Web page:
Gasoline fell in New York for the first time in six days as concern eased that global oil shipments will be affected by the unrest in North Africa and the Middle East that has spread to Oman.
Futures slipped as Bob Knight, head of tankers at Clarkson Plc, the world's largest shipbroker, said most ships dispatched to pick up Libyan oil cargoes were successful in the past week. Saudi Aramco, the world’s largest state oil company, is ready to compensate for any shortfall in crude supply, Chief Executive Officer Khalid Al-Falih said. Two demonstrators were killed yesterday in Oman.
“Saudi Arabia is saying it will make up shortfalls and some tankers have been loading,” said Andy Lipow, president of Lipow Oil Associates LLC in Houston. “There’s still concern the unrest will spread.”
Gasoline for March delivery lost 0.99 cent, or 0.4 percent, to expire at $2.7296 a gallon on the New York Mercantile Exchange. Gasoline rose 9.6 percent in February, the biggest monthly gain since March 2010. The more actively traded April contract dropped 1.59 cents to $2.8927 a gallon.
March futures advanced 7.4 percent last week on concern that reduced exports from Libya to Europe would lower European gasoline exports to the U.S. Libya’s normal daily output of 1.6 million barrels of oil has been cut by more than 1 million barrels, Barclays Capital said.
Today’s drop in futures prices is the first since Feb. 17.
No ’Burning Headline’
“There hasn’t been a burning headline for the market to do anything,” said Tom Knight, vice president of trading and supply at Truman Arnold Cos. in Texarkana, Texas. “We’re hanging our hat on what comes out of Saudi Arabia and just waiting for another headline out of the Middle East.”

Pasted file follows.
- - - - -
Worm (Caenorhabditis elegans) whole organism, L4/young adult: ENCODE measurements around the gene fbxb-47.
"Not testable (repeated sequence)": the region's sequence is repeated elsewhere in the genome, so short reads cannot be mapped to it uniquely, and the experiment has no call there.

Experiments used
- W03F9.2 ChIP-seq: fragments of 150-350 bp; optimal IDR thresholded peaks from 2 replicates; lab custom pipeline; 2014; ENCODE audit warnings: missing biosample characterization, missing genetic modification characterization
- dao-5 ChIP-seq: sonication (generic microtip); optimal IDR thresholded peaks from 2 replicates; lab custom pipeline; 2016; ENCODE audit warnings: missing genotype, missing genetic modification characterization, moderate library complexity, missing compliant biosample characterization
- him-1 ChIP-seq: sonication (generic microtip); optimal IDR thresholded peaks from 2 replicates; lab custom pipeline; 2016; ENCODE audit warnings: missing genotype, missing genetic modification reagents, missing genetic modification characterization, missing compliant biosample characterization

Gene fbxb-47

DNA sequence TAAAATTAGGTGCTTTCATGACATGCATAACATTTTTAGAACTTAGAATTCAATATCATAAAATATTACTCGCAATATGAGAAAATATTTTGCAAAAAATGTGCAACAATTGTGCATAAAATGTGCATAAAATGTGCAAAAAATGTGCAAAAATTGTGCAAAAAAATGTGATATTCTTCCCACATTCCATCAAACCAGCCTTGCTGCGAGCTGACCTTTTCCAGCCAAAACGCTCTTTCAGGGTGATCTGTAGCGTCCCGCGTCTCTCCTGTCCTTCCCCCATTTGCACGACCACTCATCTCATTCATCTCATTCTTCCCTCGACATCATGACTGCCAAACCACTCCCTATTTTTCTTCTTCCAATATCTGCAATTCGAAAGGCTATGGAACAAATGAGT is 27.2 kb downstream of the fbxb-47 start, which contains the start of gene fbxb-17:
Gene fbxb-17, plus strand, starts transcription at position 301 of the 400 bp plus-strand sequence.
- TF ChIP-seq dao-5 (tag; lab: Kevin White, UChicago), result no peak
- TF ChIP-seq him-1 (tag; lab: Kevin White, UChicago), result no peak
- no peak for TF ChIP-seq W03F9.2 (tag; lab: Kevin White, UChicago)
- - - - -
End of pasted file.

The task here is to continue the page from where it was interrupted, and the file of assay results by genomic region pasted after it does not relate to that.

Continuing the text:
Heating oil for March delivery fell 0.51 cent to settle at $2.9258 a gallon. The contract, which expired today, added 6.5 percent this month. The April contract, which becomes the front-month contract tomorrow, dropped 0.66 cent to $2.9389.
Futures gained 8 percent last week, the most since Oct. 16, 2009, on concern deadly government crackdowns on protesters against Libyan Muammar Qaddafi would spread to the Persian Gulf, home of the world’s biggest oil reserves.
Heating oil, traded as a substitute for diesel, was up earlier as the Institute for Supply Management-Chicago Inc. said its business barometer grew to 71.2, the highest level since July 1988, from 68.8 in January.
Fear of Disruption
“Economic indicators are pretty good and the level of uncertainty and the fear of a supply disruption are still the main driver,” said Dominick Chirichella, senior partner at the Energy Management Institute in New York. “We’re in the eye of the storm right now and it’s unclear if the magnitude of the storm accelerates or it breaks up.”
The U.S. said it will assist Libyan rebels trying to force Qaddafi from power. Now, the regional unrest that ousted Tunisian President Zine El Abidine Ben Ali and Egyptian President Hosni Mubarak has reached Oman, which produces about 800,000 barrels a day and lies at the entrance to the Strait of Hormuz, through which a fifth of the world’s oil passes.
Crude products have gained this month as North Sea Brent crude in London reached as high as $119.79 a barrel. Heating oil and gasoline are vulnerable to changes in Brent because refineries supplying fuel to New York Harbor, the delivery point for heating oil and gasoline futures, use crude oil grades priced relative to the European oil.
April-delivery Brent on London’s ICE Futures exchange dropped 36 cents to settle at $111.80 a barrel. Brent gained 11 percent this month, the largest monthly increase since May 2009.
Regular gasoline at the pump, averaged nationwide, advanced 1.4 cents to $3.368 a gallon yesterday, AAA said on its website.